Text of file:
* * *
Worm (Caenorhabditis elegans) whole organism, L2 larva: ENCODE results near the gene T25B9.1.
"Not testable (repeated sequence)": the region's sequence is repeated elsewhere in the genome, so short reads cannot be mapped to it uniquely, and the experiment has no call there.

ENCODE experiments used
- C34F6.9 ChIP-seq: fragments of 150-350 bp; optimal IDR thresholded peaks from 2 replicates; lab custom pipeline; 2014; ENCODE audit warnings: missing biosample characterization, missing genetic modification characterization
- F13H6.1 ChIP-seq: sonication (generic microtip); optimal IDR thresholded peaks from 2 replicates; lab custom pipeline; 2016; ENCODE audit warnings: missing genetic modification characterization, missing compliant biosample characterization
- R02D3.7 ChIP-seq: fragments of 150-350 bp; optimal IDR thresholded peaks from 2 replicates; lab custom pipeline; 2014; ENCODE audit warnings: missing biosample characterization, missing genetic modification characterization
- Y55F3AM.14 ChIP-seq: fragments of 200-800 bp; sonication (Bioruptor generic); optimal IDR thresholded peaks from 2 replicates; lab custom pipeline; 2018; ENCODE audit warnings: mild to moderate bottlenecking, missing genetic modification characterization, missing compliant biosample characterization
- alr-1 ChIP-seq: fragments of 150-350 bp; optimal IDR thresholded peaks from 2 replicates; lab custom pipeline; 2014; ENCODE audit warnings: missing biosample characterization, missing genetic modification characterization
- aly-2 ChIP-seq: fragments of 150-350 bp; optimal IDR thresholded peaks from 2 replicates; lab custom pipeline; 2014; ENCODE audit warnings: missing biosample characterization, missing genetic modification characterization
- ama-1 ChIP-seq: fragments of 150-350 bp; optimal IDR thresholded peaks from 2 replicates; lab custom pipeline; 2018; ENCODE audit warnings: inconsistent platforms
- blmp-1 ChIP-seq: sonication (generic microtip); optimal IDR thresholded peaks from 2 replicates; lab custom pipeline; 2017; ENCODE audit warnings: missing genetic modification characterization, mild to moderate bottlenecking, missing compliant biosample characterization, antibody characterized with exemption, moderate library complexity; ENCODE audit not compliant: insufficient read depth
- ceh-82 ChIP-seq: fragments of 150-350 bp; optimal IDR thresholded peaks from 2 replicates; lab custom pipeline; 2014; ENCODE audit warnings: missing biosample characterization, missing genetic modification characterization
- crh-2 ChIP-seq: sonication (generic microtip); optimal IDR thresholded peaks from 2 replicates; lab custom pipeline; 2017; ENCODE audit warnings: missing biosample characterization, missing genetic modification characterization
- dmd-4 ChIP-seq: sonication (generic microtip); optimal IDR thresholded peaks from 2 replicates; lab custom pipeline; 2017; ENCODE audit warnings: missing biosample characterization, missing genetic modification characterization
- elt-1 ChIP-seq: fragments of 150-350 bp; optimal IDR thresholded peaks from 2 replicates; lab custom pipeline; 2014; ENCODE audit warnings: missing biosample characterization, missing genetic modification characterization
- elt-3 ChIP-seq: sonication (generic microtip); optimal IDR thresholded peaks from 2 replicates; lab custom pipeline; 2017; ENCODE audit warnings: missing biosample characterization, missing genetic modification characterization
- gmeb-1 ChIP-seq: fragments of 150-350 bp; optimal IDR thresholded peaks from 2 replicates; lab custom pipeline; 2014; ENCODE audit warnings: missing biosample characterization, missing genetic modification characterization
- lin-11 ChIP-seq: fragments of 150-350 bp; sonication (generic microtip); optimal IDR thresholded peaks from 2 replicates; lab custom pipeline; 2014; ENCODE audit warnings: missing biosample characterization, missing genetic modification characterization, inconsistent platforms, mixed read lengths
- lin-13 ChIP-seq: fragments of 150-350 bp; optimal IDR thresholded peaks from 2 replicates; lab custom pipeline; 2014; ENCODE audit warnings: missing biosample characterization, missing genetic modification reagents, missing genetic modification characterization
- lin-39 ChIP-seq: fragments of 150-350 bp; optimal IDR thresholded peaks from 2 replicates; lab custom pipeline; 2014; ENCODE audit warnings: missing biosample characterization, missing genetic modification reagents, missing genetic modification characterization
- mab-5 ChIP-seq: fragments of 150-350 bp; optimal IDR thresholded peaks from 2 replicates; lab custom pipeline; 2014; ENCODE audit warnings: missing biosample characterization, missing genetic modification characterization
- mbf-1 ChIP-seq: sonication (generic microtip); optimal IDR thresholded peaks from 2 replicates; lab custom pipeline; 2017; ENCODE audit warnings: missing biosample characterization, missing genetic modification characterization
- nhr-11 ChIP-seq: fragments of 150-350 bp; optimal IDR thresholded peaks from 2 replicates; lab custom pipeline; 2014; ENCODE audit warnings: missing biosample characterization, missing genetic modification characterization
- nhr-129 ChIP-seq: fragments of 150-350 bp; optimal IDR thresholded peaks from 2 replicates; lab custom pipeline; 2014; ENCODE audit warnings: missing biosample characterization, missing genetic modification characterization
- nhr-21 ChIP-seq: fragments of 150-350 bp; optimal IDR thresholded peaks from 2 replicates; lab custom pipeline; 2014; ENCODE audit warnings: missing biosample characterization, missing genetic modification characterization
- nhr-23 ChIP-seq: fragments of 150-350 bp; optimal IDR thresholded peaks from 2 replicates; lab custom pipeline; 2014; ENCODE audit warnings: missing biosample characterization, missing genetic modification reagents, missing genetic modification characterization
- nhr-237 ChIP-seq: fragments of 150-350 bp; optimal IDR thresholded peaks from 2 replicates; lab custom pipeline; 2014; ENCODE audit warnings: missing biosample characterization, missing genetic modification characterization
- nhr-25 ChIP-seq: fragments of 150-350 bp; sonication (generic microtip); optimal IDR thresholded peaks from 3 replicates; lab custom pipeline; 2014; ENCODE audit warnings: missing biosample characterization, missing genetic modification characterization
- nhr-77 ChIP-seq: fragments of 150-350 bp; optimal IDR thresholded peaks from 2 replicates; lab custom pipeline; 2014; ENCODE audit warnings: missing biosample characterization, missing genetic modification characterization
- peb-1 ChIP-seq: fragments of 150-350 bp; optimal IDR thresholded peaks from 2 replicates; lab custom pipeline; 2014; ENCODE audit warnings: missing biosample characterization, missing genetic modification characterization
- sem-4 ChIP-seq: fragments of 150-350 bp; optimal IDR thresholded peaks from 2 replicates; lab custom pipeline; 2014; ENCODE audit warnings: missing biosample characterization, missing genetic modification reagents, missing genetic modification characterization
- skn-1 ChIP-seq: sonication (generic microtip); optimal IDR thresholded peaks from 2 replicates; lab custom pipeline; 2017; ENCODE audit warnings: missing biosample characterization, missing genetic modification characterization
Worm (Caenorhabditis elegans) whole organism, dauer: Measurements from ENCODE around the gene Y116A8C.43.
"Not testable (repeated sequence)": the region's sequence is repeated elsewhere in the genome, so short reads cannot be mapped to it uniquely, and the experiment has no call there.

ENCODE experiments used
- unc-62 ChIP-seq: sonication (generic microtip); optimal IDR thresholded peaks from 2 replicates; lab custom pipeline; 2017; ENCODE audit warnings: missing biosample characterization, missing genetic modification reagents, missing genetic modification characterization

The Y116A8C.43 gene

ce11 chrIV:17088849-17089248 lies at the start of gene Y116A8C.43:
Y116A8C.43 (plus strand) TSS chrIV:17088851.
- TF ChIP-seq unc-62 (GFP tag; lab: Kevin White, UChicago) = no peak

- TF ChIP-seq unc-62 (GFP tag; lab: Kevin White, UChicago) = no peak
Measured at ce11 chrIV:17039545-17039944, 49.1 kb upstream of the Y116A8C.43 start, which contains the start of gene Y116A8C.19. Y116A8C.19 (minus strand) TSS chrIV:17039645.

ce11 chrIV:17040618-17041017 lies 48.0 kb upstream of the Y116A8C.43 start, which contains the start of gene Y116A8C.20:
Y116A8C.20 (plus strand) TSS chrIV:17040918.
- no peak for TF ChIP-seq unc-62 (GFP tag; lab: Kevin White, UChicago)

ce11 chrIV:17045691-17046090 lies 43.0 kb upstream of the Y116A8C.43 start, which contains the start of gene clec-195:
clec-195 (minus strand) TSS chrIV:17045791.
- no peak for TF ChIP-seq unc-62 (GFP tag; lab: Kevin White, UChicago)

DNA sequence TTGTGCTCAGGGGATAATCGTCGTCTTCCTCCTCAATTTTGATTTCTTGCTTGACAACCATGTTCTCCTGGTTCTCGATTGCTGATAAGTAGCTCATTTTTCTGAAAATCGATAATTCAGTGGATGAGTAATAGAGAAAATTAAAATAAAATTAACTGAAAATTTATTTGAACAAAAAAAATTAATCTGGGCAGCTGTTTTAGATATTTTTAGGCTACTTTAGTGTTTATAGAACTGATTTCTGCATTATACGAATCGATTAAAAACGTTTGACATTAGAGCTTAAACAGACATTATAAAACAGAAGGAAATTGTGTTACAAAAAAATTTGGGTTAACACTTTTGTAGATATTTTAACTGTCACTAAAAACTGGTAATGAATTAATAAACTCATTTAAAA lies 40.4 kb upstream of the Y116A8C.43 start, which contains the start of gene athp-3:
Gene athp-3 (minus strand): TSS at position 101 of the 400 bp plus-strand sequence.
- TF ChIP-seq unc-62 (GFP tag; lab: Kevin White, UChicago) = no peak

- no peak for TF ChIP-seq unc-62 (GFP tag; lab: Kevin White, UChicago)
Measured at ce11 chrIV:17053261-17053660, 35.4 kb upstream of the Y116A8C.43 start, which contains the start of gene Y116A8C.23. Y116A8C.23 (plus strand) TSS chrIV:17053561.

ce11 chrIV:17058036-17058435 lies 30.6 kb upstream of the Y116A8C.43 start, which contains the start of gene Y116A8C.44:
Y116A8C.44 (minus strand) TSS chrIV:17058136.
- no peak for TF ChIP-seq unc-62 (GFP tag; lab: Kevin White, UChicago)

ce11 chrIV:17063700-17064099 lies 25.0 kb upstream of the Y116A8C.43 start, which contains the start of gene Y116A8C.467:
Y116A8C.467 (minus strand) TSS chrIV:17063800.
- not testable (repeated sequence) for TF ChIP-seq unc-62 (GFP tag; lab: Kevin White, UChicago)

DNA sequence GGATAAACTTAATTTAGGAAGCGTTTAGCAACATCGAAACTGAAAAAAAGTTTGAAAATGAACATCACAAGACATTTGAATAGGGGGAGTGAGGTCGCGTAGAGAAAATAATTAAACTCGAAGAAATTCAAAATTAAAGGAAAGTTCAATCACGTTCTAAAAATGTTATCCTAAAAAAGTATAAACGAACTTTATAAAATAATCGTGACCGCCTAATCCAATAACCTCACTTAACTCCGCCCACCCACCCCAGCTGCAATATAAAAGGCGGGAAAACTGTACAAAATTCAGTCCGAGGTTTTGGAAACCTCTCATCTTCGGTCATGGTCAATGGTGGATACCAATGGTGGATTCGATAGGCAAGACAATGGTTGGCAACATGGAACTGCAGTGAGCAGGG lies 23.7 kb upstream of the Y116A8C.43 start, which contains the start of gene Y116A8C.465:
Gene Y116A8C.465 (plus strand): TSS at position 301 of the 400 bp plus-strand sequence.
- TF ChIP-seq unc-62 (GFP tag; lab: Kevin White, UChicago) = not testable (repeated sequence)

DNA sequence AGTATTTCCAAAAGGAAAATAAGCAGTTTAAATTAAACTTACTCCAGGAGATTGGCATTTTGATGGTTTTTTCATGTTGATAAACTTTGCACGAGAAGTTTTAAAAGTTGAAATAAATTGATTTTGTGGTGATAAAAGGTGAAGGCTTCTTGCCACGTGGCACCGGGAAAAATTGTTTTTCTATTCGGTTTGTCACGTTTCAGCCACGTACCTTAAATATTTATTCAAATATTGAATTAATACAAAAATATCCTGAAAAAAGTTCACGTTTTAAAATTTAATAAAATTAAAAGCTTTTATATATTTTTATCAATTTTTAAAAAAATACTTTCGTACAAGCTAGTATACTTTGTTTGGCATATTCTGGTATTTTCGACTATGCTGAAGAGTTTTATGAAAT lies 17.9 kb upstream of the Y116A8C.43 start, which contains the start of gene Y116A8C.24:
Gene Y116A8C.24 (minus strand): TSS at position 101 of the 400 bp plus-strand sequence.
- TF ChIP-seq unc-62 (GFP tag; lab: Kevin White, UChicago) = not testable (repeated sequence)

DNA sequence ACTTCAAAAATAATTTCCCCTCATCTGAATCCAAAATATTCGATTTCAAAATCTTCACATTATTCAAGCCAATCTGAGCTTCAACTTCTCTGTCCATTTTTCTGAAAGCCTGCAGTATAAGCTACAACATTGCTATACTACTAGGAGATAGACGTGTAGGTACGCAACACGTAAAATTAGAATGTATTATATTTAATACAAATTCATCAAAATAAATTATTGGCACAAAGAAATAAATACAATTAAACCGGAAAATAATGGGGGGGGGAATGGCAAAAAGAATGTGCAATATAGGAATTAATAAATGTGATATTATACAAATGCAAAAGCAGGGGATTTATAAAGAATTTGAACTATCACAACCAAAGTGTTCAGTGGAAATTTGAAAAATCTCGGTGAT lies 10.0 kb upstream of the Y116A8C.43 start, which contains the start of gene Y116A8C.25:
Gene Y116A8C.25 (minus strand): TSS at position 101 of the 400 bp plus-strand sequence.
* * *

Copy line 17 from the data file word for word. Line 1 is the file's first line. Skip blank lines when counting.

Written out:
- gmeb-1 ChIP-seq: fragments of 150-350 bp; optimal IDR thresholded peaks from 2 replicates; lab custom pipeline; 2014; ENCODE audit warnings: missing biosample characterization, missing genetic modification characterization